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Sheogorath's Blog


Depending on the time of the day a friend, a colleague, a wise guy. The beauty of the world is its sense of humor to show humans their way by letting them search their own.


  1. About zip files and floppy disks

    Today I learned that zip files keep their metadata at the end of the file for historical reasons. This originates from the times of floppy disks. The disk space on floppy disks was rather limited and there was a lot of variation, resulting in the inability of a program to estimate how many floppy disks would be needed to store the zipped data. The solution to this problem was to simply write data to floppy disks, count them and as soon as all data was written, to write the metadata, including the count of the used floppy disks, on the last floppy disk and call it a day. …


  2. A hand full of sugar

    Today I learned that there is the rule of thumb that one should only eat a hand full1 of candies/sweets per day. For your average sweet that’s enough to satisfy your daily sugar needs (which range from 45-60 gram of sugar in all your food for a grown up person). The nice thing about the rule is, that everyone can understand them. The measurement device is literally always at hand and it grows with you. Making it super easy to explain it to any age group. A hand full means the amount one can hold in one hand, but without cheating as in making a huge pile or alike. ↩ …


  3. Event-based Sudoku

    Today I learned that one can write an event-based Sudoku solver. Means a solver that selectively re-evaluates the state of the Sudoku based on changed fields rather than iterating over the whole Sudoku over an over again to solve it. …


  4. Root DNS garbage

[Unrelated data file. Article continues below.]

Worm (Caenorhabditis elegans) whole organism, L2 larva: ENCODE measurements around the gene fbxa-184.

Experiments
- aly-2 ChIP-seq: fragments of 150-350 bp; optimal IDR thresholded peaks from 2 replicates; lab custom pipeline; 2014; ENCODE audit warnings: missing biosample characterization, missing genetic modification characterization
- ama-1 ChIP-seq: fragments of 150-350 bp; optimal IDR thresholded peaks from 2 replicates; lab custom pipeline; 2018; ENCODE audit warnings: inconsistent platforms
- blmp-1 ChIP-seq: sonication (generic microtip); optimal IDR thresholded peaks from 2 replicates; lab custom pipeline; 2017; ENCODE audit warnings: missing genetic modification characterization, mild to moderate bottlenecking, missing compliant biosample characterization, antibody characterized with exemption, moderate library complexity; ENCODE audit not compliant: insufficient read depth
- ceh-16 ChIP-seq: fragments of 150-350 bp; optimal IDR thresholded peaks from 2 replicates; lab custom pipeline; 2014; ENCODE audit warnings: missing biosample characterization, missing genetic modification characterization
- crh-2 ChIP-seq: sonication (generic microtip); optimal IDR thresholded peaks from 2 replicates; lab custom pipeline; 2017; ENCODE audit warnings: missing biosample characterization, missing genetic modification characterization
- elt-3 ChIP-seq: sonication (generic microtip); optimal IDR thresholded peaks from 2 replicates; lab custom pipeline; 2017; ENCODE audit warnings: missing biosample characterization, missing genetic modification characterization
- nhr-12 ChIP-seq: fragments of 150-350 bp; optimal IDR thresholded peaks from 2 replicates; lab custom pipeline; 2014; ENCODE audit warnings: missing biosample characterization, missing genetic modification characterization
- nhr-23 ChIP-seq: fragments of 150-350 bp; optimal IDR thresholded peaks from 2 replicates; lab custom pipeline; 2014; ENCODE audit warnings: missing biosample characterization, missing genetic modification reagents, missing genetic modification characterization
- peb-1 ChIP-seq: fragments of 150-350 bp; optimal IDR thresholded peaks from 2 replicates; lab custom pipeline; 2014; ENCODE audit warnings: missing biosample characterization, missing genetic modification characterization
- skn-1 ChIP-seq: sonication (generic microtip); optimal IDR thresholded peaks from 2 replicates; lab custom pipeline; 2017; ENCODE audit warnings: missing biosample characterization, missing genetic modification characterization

Today I learned that roughly 50% of the all DNS queries to the root DNS servers are garbage produced by a single function in chromium and (all) browsers based on it.1 This function tries to detect NXDOMAIN hijacking by internet providers by generating 3 random, non-existing top-level domains (TLD) and request them as part of a regular http request. This important because Chromium-based browsers have a unified search and URL bar, which search feature can be defeated by NXDOMAIN hijacking as suddenly everything becomes a valid domain name. With all that said, when a recursive DNS server doesn’t know the answer to a DNS request it’ll ask the next DNS tier, which in case of a TLD is simple the root DNS servers. As Chromium runs this test on each startup and network change and there are literally more than 70% of chromium(-based) browsers on the internet that from time to time switch their networks2. This results in a ton of nonsense DNS requests on the root DNS servers. According to a study published on the APNIC’s blog it’s roughly 50% of all DNS traffic that hits the root DNS servers. 50%. Half of the traffic to the that hits one of the most important parts of the internet’s infrastructure is literal garbage created by a single function in a browser that is only needed because 2 input boxes, for 2 different functionalities is too complicated for users. And in 10 years they haven’t made it to find a better solution for the problem. Chromium, for those unaware, is the open source base, published by Google, for the popular Google Chrome browser as well as the majority of other browsers such as Vivaldi, Opera but also the newest version of Microsoft Edge or Brave. The only really competitors these days are Apple with WebKit/Safari and Mozilla with Firefox ↩ Like your phone joining and leaving your Home network ↩ …